Tory plans spell disaster for pubs

By Roger Protz

- Last updated on GMT

Related tags Licensing act Binge drinking Drinking culture

Protz: not a true blue
Protz: not a true blue
With the Tories odds on to win the next election, hosts face threats to their freedom, says Roger Protz.

The Tories are coming. Be afraid, be very afraid. For the first time in my life, I'm faced by the strong possibility that I won't cast my vote in next year's general election.

I'm a political animal. I take an intense interest in the subject and have been on a large number of marches and protests in my time.

My complete disillusion with the New Labour project means the party has lost my vote. The Lib Dems are like a large yellow blancmange, slithering incoherently all over the place.

And then there are the Tories. Is it really possible that Britain in 2010 will be governed by a bunch of Old Etonians? The polls suggest an answer in the affirmative. And we got a strong hint of what to expect from a Tory government last week in a speech by shadow health minister Mike Penning. He said the Conservatives would repeal the 2006 Licensing Act and what he called "24-hour drinking".

It doesn't fill you full of confidence when a prospective government minister can drop such a howler and show so little understanding of the legislation he is keen to repeal. There's no such thing as "24-hour drinking". The 2003 law enables pub owners to apply for variable hours within each 24-hour cycle. This means that pubs may close at 11pm for most of the week but stay open for a few hours longer at the weekend.

In Hertfordshire, where I live, the new edition of the Good Beer Guide shows that many pubs still close at 11pm and a substantial minority are shut in the afternoon. Some open until midnight or 1pm at the weekend. None, of course, is open 24 hours a day.


Supermarkets can sell alcohol round the clock but Mr Penning made no mention of them in his speech to the Wine & Spirit Trade Association. He said the Tories wanted to continue "the great traditions of British pubs and clubs". But repealing the current licensing act can only shackle pubs still further as they attempt to deal with unfair competition from supermarkets.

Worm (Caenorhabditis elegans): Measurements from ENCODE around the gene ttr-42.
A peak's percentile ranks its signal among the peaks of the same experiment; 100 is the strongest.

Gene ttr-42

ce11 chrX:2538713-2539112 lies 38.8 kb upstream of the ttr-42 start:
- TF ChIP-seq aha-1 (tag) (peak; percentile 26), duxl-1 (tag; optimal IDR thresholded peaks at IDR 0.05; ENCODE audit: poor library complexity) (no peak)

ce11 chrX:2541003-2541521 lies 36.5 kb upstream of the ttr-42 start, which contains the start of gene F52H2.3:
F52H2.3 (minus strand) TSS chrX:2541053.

I have little praise for the out-going Labour government but they deserve a pat on the back for two pieces of legislation. Progressive Beer Duty has proved a shot in the arm for smaller brewers who pay lower rates of duty if they produce no more than 30,000 barrels a year.

And the Licensing Act 2003 has proved to be a sensible change that has improved behaviour among pub-goers. The law was introduced against intense and often scurrilous opposition from sections of the media, with the Daily Mail and the BBC's Panorama leading the charge.

Far from encouraging the breakdown of civilised society, the licensing act has ended the "11 o'clock swill". Large numbers of people no longer fall out of pubs at the same time,

followed by fighting and other forms of bad behaviour. A report a few weeks ago showed that binge drinking and its attendant horrors are in sharp decline. As those of us who supported the new licensing law argued at

the time, the overwhelming majority of pub-goers have grasped the

opportunity to drink in a more civilised fashion.

It was famously said of the Bourbons, the old French ruling aristocracy, that they had learned nothing and forgotten nothing. The same charge can be levelled at the Conservatives.

When they were last in power, their interventions in the brewing industry and pub trade were nothing short of disastrous. The 1989 Monopolies Commission report into the brewing industry led to the Beer Orders of the early 1990s. The results are all too familiar: giant pub companies charging top dollar for beer and rents, narrowing choice for drinkers, and taking most of their products from global brewers with little or no interest in Britain's ale culture and heritage.

Typical Tories

It's typical of the Tories that they want to turn the clock back rather than forward. If Mike Penning thinks a return to restricted pub opening hours will help tackle alcohol misuse

then he needs — to use his party leader's phrase — "to wake up and smell the coffee".

If pubs are allowed to open only for shorter periods, we will rapidly return to the 11 o'clock swill and mayhem on the streets of some towns and cities. The power of the supermarkets will grow as they are allowed to sell cheap alcohol when pubs are shut.

What is missing from Mr Penning's plans is any understanding of the fact that the overwhelming majority of British people are able to handle alcohol moderately and sensibly and that pubs, unlike unsupervised supermarkets, encourage moderation.

Mr Penning, in short, wants to curtail our pleasure. I thought the Tories were opposed to the Nanny State but it seems they're preparing even greater threats to our freedoms.

Be afraid...

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